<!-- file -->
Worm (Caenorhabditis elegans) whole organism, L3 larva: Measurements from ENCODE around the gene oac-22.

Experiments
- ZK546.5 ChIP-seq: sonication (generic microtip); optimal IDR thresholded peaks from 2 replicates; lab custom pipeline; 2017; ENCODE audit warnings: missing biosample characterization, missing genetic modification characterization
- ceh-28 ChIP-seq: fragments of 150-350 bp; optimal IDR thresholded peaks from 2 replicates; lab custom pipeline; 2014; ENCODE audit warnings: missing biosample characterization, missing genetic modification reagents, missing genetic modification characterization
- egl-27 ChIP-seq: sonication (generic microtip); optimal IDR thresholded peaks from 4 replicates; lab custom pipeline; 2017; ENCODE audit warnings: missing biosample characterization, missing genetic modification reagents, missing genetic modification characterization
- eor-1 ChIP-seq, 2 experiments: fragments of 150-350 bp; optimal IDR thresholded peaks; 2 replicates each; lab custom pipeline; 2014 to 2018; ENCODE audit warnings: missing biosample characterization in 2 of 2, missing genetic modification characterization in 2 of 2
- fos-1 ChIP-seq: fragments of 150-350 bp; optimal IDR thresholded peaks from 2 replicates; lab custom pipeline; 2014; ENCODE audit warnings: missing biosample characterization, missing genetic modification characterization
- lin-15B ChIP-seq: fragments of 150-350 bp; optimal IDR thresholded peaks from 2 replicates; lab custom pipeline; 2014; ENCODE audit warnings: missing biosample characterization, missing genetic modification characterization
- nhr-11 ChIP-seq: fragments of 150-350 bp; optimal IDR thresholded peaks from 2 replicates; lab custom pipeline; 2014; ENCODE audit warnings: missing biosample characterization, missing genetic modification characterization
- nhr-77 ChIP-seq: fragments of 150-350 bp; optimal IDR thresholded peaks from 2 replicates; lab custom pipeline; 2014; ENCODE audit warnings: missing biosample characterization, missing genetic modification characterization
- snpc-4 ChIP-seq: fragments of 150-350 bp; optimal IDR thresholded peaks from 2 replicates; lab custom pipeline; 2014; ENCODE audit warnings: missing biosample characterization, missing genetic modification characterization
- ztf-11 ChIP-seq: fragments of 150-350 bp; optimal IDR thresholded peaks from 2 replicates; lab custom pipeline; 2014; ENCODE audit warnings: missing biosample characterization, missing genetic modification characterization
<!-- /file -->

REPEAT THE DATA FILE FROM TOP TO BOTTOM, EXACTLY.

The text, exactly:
Worm (Caenorhabditis elegans) whole organism, L3 larva: Measurements from ENCODE around the gene oac-22.

Experiments
- ZK546.5 ChIP-seq: sonication (generic microtip); optimal IDR thresholded peaks from 2 replicates; lab custom pipeline; 2017; ENCODE audit warnings: missing biosample characterization, missing genetic modification characterization
- ceh-28 ChIP-seq: fragments of 150-350 bp; optimal IDR thresholded peaks from 2 replicates; lab custom pipeline; 2014; ENCODE audit warnings: missing biosample characterization, missing genetic modification reagents, missing genetic modification characterization
- egl-27 ChIP-seq: sonication (generic microtip); optimal IDR thresholded peaks from 4 replicates; lab custom pipeline; 2017; ENCODE audit warnings: missing biosample characterization, missing genetic modification reagents, missing genetic modification characterization
- eor-1 ChIP-seq, 2 experiments: fragments of 150-350 bp; optimal IDR thresholded peaks; 2 replicates each; lab custom pipeline; 2014 to 2018; ENCODE audit warnings: missing biosample characterization in 2 of 2, missing genetic modification characterization in 2 of 2
- fos-1 ChIP-seq: fragments of 150-350 bp; optimal IDR thresholded peaks from 2 replicates; lab custom pipeline; 2014; ENCODE audit warnings: missing biosample characterization, missing genetic modification characterization
- lin-15B ChIP-seq: fragments of 150-350 bp; optimal IDR thresholded peaks from 2 replicates; lab custom pipeline; 2014; ENCODE audit warnings: missing biosample characterization, missing genetic modification characterization
- nhr-11 ChIP-seq: fragments of 150-350 bp; optimal IDR thresholded peaks from 2 replicates; lab custom pipeline; 2014; ENCODE audit warnings: missing biosample characterization, missing genetic modification characterization
- nhr-77 ChIP-seq: fragments of 150-350 bp; optimal IDR thresholded peaks from 2 replicates; lab custom pipeline; 2014; ENCODE audit warnings: missing biosample characterization, missing genetic modification characterization
- snpc-4 ChIP-seq: fragments of 150-350 bp; optimal IDR thresholded peaks from 2 replicates; lab custom pipeline; 2014; ENCODE audit warnings: missing biosample characterization, missing genetic modification characterization
- ztf-11 ChIP-seq: fragments of 150-350 bp; optimal IDR thresholded peaks from 2 replicates; lab custom pipeline; 2014; ENCODE audit warnings: missing biosample characterization, missing genetic modification characterization